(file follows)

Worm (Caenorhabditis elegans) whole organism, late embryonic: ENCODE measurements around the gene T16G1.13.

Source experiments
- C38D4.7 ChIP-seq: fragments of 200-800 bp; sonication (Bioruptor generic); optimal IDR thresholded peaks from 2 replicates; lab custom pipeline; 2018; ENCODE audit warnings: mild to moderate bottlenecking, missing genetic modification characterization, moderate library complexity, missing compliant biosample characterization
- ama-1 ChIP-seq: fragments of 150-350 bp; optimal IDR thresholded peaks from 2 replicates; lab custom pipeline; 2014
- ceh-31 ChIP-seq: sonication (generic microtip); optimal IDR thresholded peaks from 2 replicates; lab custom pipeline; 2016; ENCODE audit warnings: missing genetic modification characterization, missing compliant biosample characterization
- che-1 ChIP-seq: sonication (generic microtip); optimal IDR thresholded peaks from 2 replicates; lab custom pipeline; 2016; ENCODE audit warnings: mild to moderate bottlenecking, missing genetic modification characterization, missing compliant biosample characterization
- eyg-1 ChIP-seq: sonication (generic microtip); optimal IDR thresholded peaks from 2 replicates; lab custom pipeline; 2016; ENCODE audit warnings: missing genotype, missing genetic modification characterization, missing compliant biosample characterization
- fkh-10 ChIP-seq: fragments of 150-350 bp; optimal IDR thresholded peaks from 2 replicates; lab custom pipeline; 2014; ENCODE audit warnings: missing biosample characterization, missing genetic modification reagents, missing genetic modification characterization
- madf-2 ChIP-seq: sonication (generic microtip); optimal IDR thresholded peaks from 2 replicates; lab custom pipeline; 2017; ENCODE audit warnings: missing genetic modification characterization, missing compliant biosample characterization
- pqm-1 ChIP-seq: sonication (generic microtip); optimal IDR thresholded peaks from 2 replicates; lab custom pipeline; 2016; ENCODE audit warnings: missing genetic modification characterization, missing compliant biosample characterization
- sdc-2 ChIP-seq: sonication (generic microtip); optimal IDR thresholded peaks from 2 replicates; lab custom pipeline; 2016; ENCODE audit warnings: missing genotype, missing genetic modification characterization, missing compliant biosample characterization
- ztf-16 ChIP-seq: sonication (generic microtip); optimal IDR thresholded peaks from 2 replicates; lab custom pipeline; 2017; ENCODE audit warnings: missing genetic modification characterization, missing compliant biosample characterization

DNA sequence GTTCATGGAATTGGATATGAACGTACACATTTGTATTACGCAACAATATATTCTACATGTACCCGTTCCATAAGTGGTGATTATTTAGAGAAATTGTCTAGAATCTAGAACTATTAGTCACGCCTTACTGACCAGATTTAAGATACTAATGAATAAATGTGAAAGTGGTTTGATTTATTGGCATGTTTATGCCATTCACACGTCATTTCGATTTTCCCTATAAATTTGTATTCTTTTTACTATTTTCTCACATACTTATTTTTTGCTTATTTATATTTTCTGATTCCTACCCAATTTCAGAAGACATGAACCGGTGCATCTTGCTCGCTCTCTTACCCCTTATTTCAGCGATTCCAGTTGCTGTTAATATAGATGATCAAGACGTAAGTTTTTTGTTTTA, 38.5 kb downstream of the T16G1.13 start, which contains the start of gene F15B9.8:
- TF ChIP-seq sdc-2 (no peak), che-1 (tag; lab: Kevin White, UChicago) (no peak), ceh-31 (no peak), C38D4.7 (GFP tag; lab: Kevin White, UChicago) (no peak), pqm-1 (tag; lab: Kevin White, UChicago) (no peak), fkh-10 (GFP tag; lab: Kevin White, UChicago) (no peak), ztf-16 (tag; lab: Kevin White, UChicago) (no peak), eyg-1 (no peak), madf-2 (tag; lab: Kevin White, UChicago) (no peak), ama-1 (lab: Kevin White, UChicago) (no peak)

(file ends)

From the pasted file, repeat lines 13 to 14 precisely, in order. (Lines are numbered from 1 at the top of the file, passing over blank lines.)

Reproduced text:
DNA sequence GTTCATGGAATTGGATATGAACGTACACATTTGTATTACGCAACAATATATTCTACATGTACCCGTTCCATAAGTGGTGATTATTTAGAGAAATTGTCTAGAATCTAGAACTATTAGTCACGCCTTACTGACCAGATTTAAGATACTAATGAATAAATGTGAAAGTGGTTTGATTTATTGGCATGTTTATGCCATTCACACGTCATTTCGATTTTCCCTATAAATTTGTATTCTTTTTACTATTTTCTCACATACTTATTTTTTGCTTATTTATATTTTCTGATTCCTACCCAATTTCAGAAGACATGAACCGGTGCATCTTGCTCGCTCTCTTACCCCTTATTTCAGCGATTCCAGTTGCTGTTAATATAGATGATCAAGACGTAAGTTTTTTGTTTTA, 38.5 kb downstream of the T16G1.13 start, which contains the start of gene F15B9.8:
- TF ChIP-seq sdc-2 (no peak), che-1 (tag; lab: Kevin White, UChicago) (no peak), ceh-31 (no peak), C38D4.7 (GFP tag; lab: Kevin White, UChicago) (no peak), pqm-1 (tag; lab: Kevin White, UChicago) (no peak), fkh-10 (GFP tag; lab: Kevin White, UChicago) (no peak), ztf-16 (tag; lab: Kevin White, UChicago) (no peak), eyg-1 (no peak), madf-2 (tag; lab: Kevin White, UChicago) (no peak), ama-1 (lab: Kevin White, UChicago) (no peak)